Peak season is right around the corner, and so is the start of surcharge season for Asia to U.S. trade. While shippers have been enjoying record-low rates, ocean carriers have been stuff offering spot rates at or below break-even for several months. As summer temperatures rise, rates will likely do the same, however it won’t be because of the weather. A July 1 General Rate Increase (GRI) of approximately $600 per FEU to both U.S. coasts has been announced and, unlike previous attempts to implement an increase, at least a portion of this one is likely to stick.
West Coast capacity has been gradually decreasing as carriers look to turn the tide on rock-bottom rates caused by high inventories and decreased demand. A 3% capacity decrease to the U.S. West Coast is expected since this time last year. Capacity to the U.S. East Coast on the other hand, will benefit from the newly widened Panama Canal allowing larger vessels to make regular calls. As a result, the West Coast GRI will likely be stronger than the surcharge to the East Coast.
A looming July 15 peak season surcharge (PSS) is also on the horizon. While most carriers have announced increases of $400-$600 per FEU, the final charge will be dependent on the strength of the preceding July 1 GRI.
Draft Restrictions Squeeze Santos Port Capacity
Three major terminals at Brazil’s Santos port have been experiencing significant draft restrictions limiting their ability to handle fully-loaded ships with capacities of 9,000 TEUs or more. Ecoporto Santos, Brasil Terminal Portuaria and Embraport ports have been reduced from 14.1 meters to 12.7 meters in a matter of months.
Funding for port maintenance dredging and draft deepening has already been approved, however release of the funds has been mired by disputes between local port authorities and the Department of Transport’s Special Ports Authority. With the Panama Canal expansion completed and the anticipation of larger vessels, continuing draft issues could hurt South America’s largest and busiest port’s standing in the region. Local port users have begun campaigning to deepen the channel to 17 meters in order to ensure the port can handle the increased capacity. At the moment, however, the port is struggling to maintain its current channel depth.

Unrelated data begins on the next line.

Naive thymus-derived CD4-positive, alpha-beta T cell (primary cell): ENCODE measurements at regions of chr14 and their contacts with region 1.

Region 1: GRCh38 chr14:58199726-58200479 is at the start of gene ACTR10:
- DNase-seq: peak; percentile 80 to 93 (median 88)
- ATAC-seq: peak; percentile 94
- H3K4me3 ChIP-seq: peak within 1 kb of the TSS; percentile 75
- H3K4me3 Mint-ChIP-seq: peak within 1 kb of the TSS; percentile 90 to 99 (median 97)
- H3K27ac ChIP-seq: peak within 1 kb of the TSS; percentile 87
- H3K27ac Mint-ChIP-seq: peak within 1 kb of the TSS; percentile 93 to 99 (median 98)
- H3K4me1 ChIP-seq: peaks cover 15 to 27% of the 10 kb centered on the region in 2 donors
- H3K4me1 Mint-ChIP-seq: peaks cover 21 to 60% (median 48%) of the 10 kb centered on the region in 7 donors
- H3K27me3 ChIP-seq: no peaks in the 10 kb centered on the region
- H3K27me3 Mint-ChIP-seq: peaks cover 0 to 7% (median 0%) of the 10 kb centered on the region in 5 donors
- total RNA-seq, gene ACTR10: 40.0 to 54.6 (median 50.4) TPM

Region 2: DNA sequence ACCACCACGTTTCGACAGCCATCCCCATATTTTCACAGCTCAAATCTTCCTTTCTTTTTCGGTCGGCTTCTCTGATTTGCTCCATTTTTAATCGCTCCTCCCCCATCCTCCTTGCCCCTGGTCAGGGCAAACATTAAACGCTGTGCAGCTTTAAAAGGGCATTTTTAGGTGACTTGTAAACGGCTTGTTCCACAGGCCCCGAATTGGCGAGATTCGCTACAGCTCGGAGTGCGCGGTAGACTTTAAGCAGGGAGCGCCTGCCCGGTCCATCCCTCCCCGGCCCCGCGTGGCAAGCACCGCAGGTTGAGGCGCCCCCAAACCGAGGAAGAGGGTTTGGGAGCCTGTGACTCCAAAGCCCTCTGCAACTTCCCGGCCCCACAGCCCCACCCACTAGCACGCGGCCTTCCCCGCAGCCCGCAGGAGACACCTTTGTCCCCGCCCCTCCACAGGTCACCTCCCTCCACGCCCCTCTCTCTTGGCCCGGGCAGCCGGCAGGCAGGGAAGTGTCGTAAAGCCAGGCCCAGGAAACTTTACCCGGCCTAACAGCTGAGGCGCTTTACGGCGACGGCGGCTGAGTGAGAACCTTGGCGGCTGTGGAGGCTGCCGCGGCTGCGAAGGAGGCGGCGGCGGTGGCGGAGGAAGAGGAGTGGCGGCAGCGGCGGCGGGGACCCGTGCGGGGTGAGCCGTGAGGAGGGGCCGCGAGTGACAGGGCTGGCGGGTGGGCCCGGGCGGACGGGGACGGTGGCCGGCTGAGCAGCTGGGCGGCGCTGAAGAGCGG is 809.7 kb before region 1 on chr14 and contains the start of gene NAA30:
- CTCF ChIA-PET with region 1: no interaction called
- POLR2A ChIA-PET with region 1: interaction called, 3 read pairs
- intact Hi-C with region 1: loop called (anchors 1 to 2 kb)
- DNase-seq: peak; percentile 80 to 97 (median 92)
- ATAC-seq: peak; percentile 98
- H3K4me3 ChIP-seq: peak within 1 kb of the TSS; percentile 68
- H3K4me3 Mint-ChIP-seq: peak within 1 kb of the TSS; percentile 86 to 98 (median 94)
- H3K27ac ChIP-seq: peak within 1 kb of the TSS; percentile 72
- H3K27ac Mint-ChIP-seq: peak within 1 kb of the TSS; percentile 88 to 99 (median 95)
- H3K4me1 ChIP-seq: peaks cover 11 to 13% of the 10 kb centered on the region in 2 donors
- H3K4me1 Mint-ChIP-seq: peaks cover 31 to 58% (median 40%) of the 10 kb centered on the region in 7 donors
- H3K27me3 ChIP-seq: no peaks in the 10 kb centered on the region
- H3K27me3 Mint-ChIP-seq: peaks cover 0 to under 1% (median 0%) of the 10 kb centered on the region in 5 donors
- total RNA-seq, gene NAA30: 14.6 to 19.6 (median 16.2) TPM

PMA Requests Contract Extension to Avoid Another Port Crisis
After a public battle over contract negotiations that gridlocked West Coast trade, the U.S. government and the shipping public are putting much needed pressure on the International Longshore and Warehouse Union (ILWU) and their maritime employers to extend the current contract beyond the July 2019 expiration.
“Negotiations are more visible now,” stated Jim McKenna, Pacific Maritime Association President, at an Agriculture conference in Long Beach. “There is pressure on both sides, and pressure does a lot to get things done.”
The 2014-2015 contract negotiations led to work slowdowns and lockouts affecting both importer and exporters, especially perishable agriculture cargo that still have not recovered from their losses. Since these last negotiations, at least 3 Congressional bills aimed at preventing work slowdowns, strikes or lockouts were proposed, however, none of the have passed.
As a result, West Coast contract negotiations are usually prone delays and congestion as talks extend beyond the expiration on the existing contract. When the recent contract expired in 2014, the union refused to extend, so the “no-strike” clause became void. One of the failed bills proposed a mandate that contracts be extended during negotiations to keep the “no-strike” clause in place.
McKenna has already sent a request to ILWU President, Bob McEllrath, to formally consider an extension to provide adequate time for negotiations in the next contract. “The logical thing is an extension of the contract for three to five years,” said McKenna. The ILWU leadership advised that they will present the proposal to union members.
The Impact of Brexit on International Trade
Since the Brexit referendum on June 23rd, when Britons voted to leave the European Union (EU), the U.K. will have a two-year window to establish a new Free Trade Commission and renegotiate the country’s trade relationships with the EU and the remaining global community. Currently, U.K. companies enjoy trade with the EU on a tariff and quote free basis.